Candide, a satire by Voltaire, is about Candide, a young man educated by the optimistic philosopher Pangloss, believes that he is living in “the best of all possible worlds.”Voltaire uses different Satires which define, and differentiates this novel from any other. Candide resides in Westphalia, Germany, in the castle of the Baron Thunder-ten-tronckh. The other inhabitants of the castle of baron are his wife, son and stunning daughter, Cunegonde. The comfortable, yet lavish world of Candide is finished when the baron finds Cunegonde and Candide kissing.
Candide finds himself assisted by two strangers who kidnap him into the Bulgar army. After a long while, Candide was later reunited with Cunegonde, murdered her two masters, and was forced to escape.Candide finds himself at a Jesuit camp where the commander of the Jesuits is Cunegonde's brother.The brother of Cunegonde is murdered by Candide after the happy reunion ended by Cunegonde's brother refusing Candide to marry Cunegonde. After many struggles between Candide, Cunegonde, and their faithful friends and servants, they are all reunited with one another in the free state of Italy.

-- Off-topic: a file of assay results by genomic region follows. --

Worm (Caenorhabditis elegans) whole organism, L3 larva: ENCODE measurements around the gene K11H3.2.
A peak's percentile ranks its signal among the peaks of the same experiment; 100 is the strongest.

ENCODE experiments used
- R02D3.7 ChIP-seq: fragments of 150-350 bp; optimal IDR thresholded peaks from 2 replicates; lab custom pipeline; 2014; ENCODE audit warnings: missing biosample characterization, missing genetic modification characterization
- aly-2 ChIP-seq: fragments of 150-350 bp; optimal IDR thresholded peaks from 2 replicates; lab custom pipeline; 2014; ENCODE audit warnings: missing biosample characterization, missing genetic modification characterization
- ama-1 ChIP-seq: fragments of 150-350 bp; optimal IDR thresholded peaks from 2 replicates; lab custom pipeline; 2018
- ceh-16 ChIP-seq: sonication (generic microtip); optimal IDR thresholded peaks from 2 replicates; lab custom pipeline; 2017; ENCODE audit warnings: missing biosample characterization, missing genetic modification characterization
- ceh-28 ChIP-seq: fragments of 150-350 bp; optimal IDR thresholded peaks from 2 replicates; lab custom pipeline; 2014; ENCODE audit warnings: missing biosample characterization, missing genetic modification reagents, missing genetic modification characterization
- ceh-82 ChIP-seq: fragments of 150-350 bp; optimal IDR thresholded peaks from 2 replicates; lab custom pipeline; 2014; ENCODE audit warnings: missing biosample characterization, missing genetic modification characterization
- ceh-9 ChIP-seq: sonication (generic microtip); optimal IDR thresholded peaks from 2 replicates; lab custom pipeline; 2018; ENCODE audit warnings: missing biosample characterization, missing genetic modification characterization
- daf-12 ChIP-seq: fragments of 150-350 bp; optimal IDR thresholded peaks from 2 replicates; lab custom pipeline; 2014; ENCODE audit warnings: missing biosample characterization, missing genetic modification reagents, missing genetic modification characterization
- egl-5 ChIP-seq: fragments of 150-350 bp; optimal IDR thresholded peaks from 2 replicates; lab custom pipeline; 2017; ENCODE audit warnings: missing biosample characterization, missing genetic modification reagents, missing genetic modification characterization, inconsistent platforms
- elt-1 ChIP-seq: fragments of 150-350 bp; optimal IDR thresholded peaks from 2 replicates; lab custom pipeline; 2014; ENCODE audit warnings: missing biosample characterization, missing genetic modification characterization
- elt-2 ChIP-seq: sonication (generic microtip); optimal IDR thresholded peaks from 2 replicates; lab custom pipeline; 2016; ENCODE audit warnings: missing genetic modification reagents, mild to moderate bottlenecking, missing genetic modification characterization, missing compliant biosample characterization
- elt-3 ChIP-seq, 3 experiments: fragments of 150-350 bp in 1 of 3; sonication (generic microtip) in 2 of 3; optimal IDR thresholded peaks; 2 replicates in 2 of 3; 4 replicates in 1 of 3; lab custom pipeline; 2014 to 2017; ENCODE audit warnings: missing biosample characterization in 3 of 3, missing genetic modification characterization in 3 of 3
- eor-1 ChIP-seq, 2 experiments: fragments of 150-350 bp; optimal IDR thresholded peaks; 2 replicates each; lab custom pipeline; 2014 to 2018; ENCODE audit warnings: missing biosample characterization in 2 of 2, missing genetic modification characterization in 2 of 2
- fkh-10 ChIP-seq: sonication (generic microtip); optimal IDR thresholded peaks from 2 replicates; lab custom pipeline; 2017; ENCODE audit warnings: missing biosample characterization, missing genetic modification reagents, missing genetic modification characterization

The reason why authors satirize is so that they can make fun, or criticize different parts of society, beliefs, etc, indirectly without getting in trouble for it.Candide is a form of social, philosophical, and religious satire. Voltaire loved to make fun of religion, and he often made religious satires against the Catholic Church. For example, The Grand Inquisitor looked at young women instead of preaching during mass.
Voltaire also makes fun of the higher social class, by making them snobbish, and rude.Candide is a philosophical satire because he challenges the idea of that "all is for the best in the best of all possible worlds", also known as optimism.He makes fun of this philosophical view by describing an earthquake in Lima and Lisbon, and h…